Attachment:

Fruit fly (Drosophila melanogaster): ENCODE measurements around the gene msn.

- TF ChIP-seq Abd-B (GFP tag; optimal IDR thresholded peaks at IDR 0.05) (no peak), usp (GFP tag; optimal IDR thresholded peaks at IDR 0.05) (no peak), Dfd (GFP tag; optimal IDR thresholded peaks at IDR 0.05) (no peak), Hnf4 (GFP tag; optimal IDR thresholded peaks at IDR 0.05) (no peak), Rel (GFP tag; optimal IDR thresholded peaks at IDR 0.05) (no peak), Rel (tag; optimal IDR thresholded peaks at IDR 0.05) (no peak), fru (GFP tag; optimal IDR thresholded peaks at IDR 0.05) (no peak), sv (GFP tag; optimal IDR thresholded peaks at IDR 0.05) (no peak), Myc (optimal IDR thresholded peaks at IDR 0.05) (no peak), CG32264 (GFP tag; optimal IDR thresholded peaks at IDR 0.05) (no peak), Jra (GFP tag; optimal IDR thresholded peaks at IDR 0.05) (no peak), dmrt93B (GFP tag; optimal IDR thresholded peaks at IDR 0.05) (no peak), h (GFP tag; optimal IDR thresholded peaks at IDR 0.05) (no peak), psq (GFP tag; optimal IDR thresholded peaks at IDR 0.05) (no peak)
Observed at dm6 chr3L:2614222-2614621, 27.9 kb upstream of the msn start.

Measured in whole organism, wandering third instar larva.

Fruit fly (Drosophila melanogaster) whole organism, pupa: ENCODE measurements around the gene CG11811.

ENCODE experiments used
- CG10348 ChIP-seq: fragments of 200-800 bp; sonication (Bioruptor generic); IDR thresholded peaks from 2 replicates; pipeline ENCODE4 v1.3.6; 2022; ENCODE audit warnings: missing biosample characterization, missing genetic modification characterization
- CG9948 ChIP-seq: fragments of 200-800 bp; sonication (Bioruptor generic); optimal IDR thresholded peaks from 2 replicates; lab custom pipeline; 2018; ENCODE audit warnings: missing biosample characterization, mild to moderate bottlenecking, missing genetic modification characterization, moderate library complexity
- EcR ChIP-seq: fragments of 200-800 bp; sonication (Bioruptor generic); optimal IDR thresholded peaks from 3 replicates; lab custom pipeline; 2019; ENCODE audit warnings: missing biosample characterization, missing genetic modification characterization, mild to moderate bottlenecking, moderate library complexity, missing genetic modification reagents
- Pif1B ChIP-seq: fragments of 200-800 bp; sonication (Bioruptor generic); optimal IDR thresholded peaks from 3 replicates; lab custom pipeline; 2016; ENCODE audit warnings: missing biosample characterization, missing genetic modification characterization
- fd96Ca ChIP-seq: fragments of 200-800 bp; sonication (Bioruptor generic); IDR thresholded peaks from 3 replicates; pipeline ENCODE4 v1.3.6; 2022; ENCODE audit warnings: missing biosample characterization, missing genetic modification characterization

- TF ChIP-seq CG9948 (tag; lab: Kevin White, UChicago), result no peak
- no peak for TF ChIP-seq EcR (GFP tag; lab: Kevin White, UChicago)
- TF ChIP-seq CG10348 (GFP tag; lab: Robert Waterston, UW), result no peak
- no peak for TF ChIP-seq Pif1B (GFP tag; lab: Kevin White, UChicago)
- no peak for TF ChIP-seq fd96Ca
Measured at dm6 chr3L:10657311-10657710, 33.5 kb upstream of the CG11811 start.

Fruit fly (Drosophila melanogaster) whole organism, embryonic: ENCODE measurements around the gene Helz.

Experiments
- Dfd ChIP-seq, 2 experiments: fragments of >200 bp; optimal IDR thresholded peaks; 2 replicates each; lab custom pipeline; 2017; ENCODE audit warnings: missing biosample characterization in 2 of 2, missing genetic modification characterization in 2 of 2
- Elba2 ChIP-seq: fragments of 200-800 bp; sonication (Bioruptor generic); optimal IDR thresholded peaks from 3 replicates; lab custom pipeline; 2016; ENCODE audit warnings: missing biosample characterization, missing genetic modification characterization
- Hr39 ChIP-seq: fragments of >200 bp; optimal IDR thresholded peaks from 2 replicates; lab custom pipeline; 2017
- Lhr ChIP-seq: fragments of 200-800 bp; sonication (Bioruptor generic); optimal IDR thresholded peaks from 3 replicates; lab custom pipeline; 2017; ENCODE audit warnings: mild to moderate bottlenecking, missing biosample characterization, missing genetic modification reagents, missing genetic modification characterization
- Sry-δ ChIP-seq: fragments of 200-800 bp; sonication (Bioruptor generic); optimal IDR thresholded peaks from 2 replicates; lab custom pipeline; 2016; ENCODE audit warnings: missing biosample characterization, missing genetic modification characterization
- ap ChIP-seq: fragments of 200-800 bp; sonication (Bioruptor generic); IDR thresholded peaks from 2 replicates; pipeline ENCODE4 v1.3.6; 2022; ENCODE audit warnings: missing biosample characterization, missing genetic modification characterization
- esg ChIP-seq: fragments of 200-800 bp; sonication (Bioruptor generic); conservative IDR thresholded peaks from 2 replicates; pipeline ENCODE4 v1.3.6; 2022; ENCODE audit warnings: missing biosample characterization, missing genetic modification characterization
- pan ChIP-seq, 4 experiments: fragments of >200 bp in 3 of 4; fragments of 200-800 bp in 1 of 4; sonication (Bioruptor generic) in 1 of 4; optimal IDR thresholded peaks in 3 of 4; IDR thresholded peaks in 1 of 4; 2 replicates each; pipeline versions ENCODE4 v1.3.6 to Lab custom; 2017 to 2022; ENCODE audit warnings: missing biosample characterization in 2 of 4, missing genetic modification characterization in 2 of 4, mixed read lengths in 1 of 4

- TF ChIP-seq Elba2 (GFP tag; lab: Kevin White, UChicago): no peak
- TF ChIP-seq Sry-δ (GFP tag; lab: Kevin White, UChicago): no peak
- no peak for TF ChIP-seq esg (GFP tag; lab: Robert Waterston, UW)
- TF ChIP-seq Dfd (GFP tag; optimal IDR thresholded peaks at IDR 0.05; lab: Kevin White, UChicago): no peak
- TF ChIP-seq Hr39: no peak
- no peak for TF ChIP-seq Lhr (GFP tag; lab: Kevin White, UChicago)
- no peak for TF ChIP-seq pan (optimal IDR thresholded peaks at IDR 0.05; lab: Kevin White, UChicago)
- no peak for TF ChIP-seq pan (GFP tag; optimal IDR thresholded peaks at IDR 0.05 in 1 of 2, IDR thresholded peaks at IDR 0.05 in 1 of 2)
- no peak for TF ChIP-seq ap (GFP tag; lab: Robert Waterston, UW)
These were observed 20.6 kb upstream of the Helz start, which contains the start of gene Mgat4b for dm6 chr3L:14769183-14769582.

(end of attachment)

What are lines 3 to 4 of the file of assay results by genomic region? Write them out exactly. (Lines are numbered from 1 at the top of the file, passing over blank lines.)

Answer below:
Observed at dm6 chr3L:2614222-2614621, 27.9 kb upstream of the msn start.

Measured in whole organism, wandering third instar larva.